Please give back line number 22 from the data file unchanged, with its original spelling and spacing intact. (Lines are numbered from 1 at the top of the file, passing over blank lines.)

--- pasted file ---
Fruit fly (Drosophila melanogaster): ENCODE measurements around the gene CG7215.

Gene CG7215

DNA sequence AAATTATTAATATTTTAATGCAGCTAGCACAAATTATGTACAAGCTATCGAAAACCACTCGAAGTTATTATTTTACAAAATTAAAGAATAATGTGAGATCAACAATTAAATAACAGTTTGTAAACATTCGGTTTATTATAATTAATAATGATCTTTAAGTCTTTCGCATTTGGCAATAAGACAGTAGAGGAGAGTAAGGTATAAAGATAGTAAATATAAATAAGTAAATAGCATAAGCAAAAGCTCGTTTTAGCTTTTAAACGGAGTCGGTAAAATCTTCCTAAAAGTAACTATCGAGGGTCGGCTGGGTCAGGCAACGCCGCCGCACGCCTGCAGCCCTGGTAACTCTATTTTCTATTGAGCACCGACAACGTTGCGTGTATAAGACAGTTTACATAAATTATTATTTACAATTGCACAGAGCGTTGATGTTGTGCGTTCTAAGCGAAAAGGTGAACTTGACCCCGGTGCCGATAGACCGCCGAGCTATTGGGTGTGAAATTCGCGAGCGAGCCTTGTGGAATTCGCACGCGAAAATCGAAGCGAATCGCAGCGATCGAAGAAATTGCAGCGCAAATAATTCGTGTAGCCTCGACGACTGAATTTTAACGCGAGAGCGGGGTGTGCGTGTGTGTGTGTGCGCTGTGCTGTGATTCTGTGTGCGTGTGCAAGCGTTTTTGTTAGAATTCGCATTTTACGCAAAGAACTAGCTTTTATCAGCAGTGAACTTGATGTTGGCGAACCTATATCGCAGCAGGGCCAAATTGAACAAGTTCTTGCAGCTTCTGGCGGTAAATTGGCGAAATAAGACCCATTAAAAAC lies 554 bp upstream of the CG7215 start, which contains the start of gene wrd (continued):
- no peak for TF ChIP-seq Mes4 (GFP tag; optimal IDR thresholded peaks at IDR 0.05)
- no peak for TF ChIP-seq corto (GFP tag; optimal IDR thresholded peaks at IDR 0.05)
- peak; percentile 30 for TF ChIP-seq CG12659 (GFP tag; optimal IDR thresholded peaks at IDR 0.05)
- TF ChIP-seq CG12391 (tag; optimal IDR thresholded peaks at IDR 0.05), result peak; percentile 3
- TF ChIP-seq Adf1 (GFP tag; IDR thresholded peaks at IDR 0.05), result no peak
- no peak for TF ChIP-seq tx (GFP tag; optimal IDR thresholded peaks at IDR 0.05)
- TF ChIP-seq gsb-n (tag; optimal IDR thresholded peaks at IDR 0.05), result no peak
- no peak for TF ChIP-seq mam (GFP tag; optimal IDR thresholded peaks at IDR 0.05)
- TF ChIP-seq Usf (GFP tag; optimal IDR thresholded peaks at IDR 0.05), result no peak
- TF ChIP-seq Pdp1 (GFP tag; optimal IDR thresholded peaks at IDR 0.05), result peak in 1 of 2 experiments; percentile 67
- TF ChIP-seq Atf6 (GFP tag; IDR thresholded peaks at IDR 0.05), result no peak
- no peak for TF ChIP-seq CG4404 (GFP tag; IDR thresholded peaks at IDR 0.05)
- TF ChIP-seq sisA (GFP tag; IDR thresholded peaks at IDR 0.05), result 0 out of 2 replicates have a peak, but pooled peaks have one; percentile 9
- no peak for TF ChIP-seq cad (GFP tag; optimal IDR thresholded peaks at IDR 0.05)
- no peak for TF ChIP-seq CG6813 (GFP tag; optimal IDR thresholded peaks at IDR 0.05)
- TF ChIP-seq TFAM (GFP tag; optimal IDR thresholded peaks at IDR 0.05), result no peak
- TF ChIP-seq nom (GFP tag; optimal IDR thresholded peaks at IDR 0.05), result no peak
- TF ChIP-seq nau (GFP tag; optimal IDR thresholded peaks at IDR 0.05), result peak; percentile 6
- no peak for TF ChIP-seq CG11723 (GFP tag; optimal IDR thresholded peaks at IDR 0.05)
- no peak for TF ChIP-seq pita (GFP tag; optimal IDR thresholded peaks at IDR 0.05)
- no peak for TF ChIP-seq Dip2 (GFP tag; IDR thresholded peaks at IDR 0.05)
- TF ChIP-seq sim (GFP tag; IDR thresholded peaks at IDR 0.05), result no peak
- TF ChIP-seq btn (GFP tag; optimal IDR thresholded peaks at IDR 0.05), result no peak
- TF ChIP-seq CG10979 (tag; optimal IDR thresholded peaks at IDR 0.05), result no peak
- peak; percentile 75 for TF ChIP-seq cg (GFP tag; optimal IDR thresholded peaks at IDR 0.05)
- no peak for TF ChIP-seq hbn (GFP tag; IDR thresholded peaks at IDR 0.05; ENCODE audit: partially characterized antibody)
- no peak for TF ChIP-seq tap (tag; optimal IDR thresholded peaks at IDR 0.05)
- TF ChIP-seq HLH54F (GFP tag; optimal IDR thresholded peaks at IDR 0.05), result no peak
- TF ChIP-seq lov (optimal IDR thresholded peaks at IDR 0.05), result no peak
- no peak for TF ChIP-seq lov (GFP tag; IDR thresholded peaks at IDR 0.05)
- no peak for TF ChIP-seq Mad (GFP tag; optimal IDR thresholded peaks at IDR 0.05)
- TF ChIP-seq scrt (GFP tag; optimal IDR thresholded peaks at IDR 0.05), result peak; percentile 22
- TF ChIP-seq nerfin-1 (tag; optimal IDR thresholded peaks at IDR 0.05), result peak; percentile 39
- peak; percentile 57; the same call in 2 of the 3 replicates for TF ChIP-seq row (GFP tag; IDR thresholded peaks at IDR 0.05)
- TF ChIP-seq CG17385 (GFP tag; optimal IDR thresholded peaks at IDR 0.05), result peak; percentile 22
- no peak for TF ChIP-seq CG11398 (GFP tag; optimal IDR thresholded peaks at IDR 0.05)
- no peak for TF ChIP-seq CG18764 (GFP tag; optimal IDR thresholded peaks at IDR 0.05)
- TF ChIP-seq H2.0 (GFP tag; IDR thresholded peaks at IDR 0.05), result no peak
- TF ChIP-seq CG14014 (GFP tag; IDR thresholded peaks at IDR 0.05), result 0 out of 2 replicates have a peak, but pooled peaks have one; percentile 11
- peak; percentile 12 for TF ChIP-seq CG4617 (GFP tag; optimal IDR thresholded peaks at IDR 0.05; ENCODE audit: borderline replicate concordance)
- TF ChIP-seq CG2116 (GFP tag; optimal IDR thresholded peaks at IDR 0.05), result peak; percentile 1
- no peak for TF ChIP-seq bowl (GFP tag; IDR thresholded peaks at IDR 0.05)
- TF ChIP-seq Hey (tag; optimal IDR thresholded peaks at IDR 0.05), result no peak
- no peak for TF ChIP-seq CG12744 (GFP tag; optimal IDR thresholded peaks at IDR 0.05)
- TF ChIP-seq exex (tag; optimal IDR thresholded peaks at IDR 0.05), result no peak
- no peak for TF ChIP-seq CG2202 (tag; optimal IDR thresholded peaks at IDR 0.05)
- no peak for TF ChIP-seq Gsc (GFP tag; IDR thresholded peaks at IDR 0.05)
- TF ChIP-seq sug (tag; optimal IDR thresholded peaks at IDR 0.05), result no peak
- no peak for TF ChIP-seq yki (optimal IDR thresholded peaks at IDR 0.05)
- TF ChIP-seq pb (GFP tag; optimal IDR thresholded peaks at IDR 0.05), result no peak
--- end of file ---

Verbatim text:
- no peak for TF ChIP-seq CG11723 (GFP tag; optimal IDR thresholded peaks at IDR 0.05)